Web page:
Drop Your Price to Make the Sale - Without Getting Burned!

Written by Meredith Pond

Continued from page 1

Many customers may not expect a huge price cut, and will be happy with what you offer them. They simply want a sincere gesture that you are willing to deal.

4. Don't keep changing your firm offer. I saw a business person trying to sell a computer to a customer who seemed onrepparttar brink of buying. "OK, if you buy right now I can take $100 ofrepparttar 127486 price but that's as good as I can do," he said.

Whenrepparttar 127487 customer still seemed reluctant, he added, "OK, if I talk torepparttar 127488 boss we can make that $250 off, but that's all we can do."

I could seerepparttar 127489 light inrepparttar 127490 customer's eyes. She knew she hadrepparttar 127491 salesman onrepparttar 127492 ropes. She realized his final offer was far from final.

All this is contingent on your having a pretty good profit margin built into your products or services. If your business runs on a very tight margin, you may not be able to make any concessions on price.

Instead, offer an additional free or low-cost service. Provide free advice afterrepparttar 127493 sale, an attractive guarantee, or additional bonus items you get or give at very low cost to you.

Frankly, if your price is already amongrepparttar 127494 lowest, you may not need to drop it further to get sales from those who might otherwise want a price reduction. Simply point out how your price is already lower than what competitors charge, for a lot of people, that will be enough.

Many customers automatically assume that you're not at your lowest price. By showing them you have already made strides to offer very attractive prices, customers will often droprepparttar 127495 subject of a price reduction and buy without haggling.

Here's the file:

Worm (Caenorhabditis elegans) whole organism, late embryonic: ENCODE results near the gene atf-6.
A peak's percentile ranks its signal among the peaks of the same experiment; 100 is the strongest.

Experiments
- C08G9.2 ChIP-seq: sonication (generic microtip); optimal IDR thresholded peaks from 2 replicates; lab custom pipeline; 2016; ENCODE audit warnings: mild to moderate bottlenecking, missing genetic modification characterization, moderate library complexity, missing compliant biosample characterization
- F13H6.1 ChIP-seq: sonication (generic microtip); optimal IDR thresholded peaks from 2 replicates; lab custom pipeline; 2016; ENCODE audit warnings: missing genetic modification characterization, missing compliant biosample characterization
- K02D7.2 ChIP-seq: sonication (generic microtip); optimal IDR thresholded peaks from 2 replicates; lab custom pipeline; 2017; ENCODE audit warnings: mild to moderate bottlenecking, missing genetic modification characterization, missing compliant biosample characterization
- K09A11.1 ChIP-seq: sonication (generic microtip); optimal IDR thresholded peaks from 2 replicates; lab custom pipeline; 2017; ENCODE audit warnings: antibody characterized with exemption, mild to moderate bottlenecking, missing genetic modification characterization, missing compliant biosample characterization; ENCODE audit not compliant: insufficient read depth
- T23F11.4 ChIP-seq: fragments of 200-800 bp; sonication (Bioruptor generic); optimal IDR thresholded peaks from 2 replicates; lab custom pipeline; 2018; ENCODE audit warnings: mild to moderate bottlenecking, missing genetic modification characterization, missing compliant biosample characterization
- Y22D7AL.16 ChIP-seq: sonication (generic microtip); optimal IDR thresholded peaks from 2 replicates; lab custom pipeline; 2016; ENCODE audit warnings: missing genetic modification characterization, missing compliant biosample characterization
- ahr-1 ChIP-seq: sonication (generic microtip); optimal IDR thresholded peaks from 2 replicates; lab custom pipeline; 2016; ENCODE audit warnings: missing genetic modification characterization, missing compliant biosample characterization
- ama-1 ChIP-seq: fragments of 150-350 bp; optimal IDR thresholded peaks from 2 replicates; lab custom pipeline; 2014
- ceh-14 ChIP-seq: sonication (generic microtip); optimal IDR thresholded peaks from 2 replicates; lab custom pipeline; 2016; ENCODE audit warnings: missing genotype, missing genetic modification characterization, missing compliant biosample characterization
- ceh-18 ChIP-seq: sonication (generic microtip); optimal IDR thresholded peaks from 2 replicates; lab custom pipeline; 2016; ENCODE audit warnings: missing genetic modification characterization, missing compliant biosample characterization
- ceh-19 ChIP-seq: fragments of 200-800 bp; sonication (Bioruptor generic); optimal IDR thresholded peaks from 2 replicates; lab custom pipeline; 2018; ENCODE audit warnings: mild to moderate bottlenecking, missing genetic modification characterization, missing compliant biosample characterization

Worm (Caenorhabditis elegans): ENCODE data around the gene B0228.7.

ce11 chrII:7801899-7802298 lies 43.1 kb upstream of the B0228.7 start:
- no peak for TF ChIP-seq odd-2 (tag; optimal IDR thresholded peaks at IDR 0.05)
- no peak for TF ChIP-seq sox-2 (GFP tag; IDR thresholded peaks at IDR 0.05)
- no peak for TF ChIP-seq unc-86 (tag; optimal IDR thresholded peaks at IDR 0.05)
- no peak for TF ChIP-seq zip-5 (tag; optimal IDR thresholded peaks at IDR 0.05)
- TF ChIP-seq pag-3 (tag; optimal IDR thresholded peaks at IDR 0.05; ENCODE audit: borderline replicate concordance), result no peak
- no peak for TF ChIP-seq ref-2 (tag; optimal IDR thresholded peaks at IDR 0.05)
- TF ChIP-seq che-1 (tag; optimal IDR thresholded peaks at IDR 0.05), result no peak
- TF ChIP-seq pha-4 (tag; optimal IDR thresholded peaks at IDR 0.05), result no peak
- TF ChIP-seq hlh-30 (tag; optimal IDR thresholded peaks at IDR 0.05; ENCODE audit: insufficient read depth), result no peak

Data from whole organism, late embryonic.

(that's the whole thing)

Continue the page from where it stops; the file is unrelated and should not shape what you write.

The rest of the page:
Meredith Pond and her team of top writers help you increase profits without working harder. See Meredith's editing services, advertising packages, and free business ideas at http://CheapWriting.com Reach her at mailto:meredith@drnunley.com or 801-328-9006.


Written by Meredith Pond

Continued from page 1

If you don't already have a newsletter going out, you need to start one. Let visitors to your site sign up simply, by providing their email address. Let them know you'll give them weekly insider tips, useful articles, and money-saving offers. And ALWAYS, ALWAYS provide, atrepparttar end of your newsletter, specific instructions for how your subscribers can remove themselves from your list. Although you don't really want people to unsubscribe, not providing these instructions can really frustrate people and damage your reputation.

If you don't think it's possible to start your own newsletter, try buying or renting a targeted list of prospects from an outside source. A simple Internet search will no-doubt help you find dozens of companies who specialize in these lists.

In short, email is an incredible marketing tool that can makerepparttar 127485 difference between success and failure... if you do it right. A well-written, well-targeted sales letter or ad can indeed do wonders for your bottom line. For tips on writing effective sales letters, see http://www.drnunley.com/copywriting.htm.

Meredith Pond is editor and manager of DrNunley's http://CheapWriting.com. See her low-cost writing and editing services for students and business people, including a web site rewriting package. Reach Meredith at meredith@drnunley.com or 801-328-9006.

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